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Study on the Buddhism at Mt. Jiuhua During the Ming and Qing Dynasties

Author: LuZhongShuai
Tutor: HeXiaoRong
School: Nankai University
Course: History of Ancient China
Keywords: Jiuhuashan Buddhism Dizang belief (Ksitigarbha belief) monks secularization
CLC: B949
Type: PhD thesis
Year: 2013
Downloads: 52
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Abstract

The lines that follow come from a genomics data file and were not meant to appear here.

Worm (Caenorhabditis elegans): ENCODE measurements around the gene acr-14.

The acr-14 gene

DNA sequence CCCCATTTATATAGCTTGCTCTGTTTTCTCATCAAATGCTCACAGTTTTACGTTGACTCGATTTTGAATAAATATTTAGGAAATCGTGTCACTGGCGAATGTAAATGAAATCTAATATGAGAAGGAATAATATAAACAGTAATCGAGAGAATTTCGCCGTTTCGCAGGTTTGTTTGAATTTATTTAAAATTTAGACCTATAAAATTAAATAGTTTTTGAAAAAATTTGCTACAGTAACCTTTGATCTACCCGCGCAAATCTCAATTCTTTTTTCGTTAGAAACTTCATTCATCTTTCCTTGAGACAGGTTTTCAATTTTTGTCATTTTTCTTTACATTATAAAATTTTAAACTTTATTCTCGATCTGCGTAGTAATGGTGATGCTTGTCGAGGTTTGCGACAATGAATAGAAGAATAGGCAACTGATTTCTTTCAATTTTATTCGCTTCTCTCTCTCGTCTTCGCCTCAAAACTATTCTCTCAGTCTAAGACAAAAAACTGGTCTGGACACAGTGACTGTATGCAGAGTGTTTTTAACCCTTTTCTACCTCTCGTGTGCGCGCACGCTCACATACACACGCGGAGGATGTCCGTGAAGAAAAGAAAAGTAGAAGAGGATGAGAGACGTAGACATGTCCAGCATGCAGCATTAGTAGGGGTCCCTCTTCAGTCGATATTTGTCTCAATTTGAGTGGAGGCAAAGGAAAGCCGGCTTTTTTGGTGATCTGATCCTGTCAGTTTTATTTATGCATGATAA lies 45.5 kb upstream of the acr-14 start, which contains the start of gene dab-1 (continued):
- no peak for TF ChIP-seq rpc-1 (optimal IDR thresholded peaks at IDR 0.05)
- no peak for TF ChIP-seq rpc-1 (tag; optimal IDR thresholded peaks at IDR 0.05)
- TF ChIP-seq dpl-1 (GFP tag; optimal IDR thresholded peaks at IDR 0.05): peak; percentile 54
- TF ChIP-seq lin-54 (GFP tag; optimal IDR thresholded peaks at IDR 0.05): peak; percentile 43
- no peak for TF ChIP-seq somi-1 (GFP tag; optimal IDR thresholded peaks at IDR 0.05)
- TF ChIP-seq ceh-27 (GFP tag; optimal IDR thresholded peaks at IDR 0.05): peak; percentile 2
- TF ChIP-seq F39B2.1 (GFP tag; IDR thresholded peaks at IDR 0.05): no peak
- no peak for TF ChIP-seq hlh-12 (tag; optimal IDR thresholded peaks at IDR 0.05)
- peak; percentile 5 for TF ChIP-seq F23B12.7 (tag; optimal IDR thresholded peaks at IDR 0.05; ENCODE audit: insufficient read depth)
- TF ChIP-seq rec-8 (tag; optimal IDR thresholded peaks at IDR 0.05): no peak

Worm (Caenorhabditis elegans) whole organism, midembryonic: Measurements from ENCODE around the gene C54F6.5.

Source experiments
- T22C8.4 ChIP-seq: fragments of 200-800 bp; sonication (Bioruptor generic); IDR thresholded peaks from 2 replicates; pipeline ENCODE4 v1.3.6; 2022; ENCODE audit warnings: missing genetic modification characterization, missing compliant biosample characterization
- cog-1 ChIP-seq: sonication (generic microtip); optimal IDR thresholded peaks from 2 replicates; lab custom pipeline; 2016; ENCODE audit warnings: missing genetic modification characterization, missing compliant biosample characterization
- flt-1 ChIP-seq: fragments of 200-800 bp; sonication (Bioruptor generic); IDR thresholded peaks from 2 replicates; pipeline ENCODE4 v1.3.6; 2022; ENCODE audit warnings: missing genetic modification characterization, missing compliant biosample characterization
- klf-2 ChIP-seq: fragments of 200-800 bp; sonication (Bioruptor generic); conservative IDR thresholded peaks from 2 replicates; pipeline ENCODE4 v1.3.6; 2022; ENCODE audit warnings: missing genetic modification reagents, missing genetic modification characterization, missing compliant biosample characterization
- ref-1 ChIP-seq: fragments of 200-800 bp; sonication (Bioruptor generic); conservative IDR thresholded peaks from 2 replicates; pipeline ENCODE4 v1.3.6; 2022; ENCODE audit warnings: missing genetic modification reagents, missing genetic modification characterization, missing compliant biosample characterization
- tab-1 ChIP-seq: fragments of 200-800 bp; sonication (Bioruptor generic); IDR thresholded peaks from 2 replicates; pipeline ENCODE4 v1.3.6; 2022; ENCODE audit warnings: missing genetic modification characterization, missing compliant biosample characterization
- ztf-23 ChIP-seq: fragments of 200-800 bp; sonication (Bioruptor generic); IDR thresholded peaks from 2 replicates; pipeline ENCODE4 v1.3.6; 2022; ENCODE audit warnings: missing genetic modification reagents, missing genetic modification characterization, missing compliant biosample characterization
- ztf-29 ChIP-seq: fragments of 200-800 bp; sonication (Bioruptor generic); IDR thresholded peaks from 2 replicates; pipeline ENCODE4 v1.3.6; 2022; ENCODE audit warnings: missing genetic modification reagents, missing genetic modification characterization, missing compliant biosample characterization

Mt. Jiuhua, Mt. Wutai, Mt. Emei and Mt. Putuo are called "Four Great Buddhist Mountains" in China. The Jiuhua Buddhism has a long history. As early as in the Tang Dynasty (618-907), Buddhism already spread to Mt. Jiuhua. Venerable Tanhao was the founder of Buddhism there. In719AD, Shi Dizang (Korean spelling: Kim Gyo-gak,696-794), or Jin Qiaojue, a Silla prince (today’s Gyeongju city in South Korea) came to Jiuhua Mountain. He stayed at the Jiuhua Mountain with a life devoted to practice. Having built temples, he committed himself to preaching to the local people. Thus, Buddhism was able to take root at Mt. Jiuhua. Buddhism boomed in the Tang Dynasty due to Kim’s influence. More temples were built and more people gathered there. During the Song Dynasty (960-1279) and Yuan Dynasty (1206-1368), the Jiuhua Buddhism continued to expand. Monks built more temples. The imperial court bestowed tablets to a number of key temples. At the same time, a group of eminent monks started their practice and propagated Buddha dharma there.During the Ming and Qing Dynasties, the secularization in Buddhism in China became widespread. It further amalgamated popular beliefs and local people’s lives. The Bodhisattva belief, the practice of burning incense and prayers were quite influential then. Manjusri, Samantabhadra, Avalokitesvara and Ksitigarbha were popular in every corner of the country. With the widespread of secularization, people got confused with Shi Dizang, the monk, and Dizang (Ksitigarbha) Bodhisattva. It was in the Qianlong period (1736-1795) that Mount Jiuhua formally became a holy land of Dizang Bodhisattva worship. It emerged as one of the pilgrimage centers for people to burn incense and worship. People may feel released from fears of suffering in real life, and also find relief from the fear of suffering in the hell after death. In other words, people with Dizang belief are concerned about both present life and after life. Although it was much later for Mount Jiuhua to become one of the famous Buddhist mountains than the other three, its speed in development was the fastest in the Ming and Qing dynasties. Other reasons for its fastest development may be ascribed to emperors’support for the propagation. The Dizang belief as the core of Buddhism at Mt. Jiuhua during the periods of Ming Dynasty (1368-1644) and Qing Dynasty (1644-1911) was almost omnipresent there. Monks did not only propagate the Dizang belief, but also put the spirit of Dizang into practice. The culture of "flesh bodies"(roushen肉身)rprefers to "the bodies" that the monks left behind upon their death. Scholar-officials and common folks alike spared no effort in worshipping this culture. They came to pay homage to Dizang Bodhisattva from thousands of miles. Scholars wrote enduring stories to praise Dizang Bodhisattva. So many legendary stories about Shi Dizang (Kim Gyo-gak) came into existence, although many of them could not be proved. This reflected how Shi Dizang impacted the local people.Apart from the booming beliefs in Dizang bodhisattva at Mt Jiuhua during the Ming and Qing Dynasties, both the Buddhist studies and Buddhist schools developed. The development was characterized by stages. The early Ming witnessed a period of recovery in which there were few eminent monks. Most of them were Chan monks. Buddhism at Mt. Jiuhua reached its highlight from the mid-Ming to the mid-Qing dynasties (15th-18th centuries?). More eminent monks came to preach at Mt. Jiuhua. Thus, Buddhist studies further flourished-not only Chan Buddhism, but other schools, including the Pure Land School, Huayan School and others. In the late Qing Dynasty (1644-1911), Buddhism at Mt. Jiuhua suffered a heavy loss due to Taiping Heavenly Kingdom Rebellion in the years of1850-1864. Following this social unrest was a period of recovery. The Buddhism in this period, although declined, was able to grow and recover a bit. Some eminent monks who had good knowledge of Buddhism came to Mt. Jiuhua to propagate Dharma. The three schools-Chan, Pure Land, Huayan and Vinaya schools coexisted with the Chan as the mainstream. Generally speaking, influenced by the macro-environment of the Ming-Qing dynasties, Buddhism at Mt. Jiuhua in this period lacked creativity in doctrinal studies. Monks just transmitted what they learned from their masters. This showed that the Buddhist studies at Mt. Jiuhua in this period of Ming-Qing dynasties looked prosperous, but only superficially.It is observed that the number of the monks, who lived in the Mount Jiuhua, increased or decreased with the rise and fall of Buddhism. In the early Ming Dynasty, there were few monks. During the late Ming Dynasty and early Qing Dynasty, as Buddhism reached its height, more monks gathered, including many eminent monks. In the late Qing Dynasty, although this was the period of recovery, there were many eminent monks at the mountain. Monks usually strictly followed "The Baizhong’s Monastic Code Decreed by Emperor Shundi in1335." When their benefits were impaired, the authorities would intervene.There were two types of education for monks:sutra lecture and school training. The lecturers include monks at Mt. Jiuhua, as well as eminent monks from other areas in China. The main sources of life for monks were incense, alms, rent of fields and commerce. Sometimes, the income of these sources was big. However, in general, the financial situation was weak because it was restricted by socio-political and natural conditions.The monasteries of Mt. Jiuhua are located in the Jiuhua Street, Min Park, Tiantai Hill, Back Hill and at the foot of the mountain. During the late Ming and the early Qing, monks built many monasteries that formed an architectural complex, including big temples, such as Huacheng Temple,"Flesh-bodies Hall" and others. They were magnificent and attractive to many pilgrims. The funds for building these temples came from the collections of alms by monks, particularly by abbots. Donations from big families, merchants, local commoners, the imperial court and local governments were important sources.The architecture of monasteries was palatial, and residential. Most of the temples were built in the residential style. The interior decoration was tastefully decorated with superb techniques. The builders designed images with emphasis on functions. The monastery complex was constructed on the side of hills, high and low, winding and round, in a harmonious way. The beauty of the monastery complex was enhanced by its natural scenery and ancient villages. It looked simple, quiet, delicate and wonderful. These buildings demonstrated the tradition of architecture at the Mt. Jiuhua. They were also symbolic of the religious life in a secular society.The Buddhism at Mt. Jiuhua during the period of the Ming and Qing dynasties, though followed by many worshippers, was inevitably on the way to decline in same as it was in other areas in the country. The only sign of development was the coexistence of various schools of Chinese Buddhism and the amalgamation of Confucianism, Daoism and Buddhism. On the contrary, when Buddhism became more secularized, the more the holy land of Dizang Bodhisattva thrived. This was a typical characteristics-of Chinese Buddhism in the Ming-Qing dynasties. As one of the four great Buddhist mountains of Chinese Buddhism, the booming of Buddhism at Mt. Jiuhua exerted great impact on the politico-economic, and cultural situation of the locality and even nationwide. However, its impact on culture was much bigger than that in the politic and economic areas.Although the contributions of the Buddhism monks at Mt. Jiuhua made were limited in Buddhist doctrinal studies due to its secularization, it entered the rank of "Great Four Buddhist Mountains" in China during the time when Chinese Buddhist schools declined. The Dizang belief did not decline but was strengthened. It increased its influence on the common folks and enriched Chinese Buddhism. From then on,"The Four Great Buddhist Mountains" became the mainstream of Chinese Buddhism. The flourishing development of Buddhism at Mt. Jiuhua during the Ming-Qing dynasties greatly enriched the Chinese art treasures, thus greatly stimulated Buddhist culture towards secularization. It exerted great impact on folk customs at the areas of Mt. Jiuhua and other parts of the nation.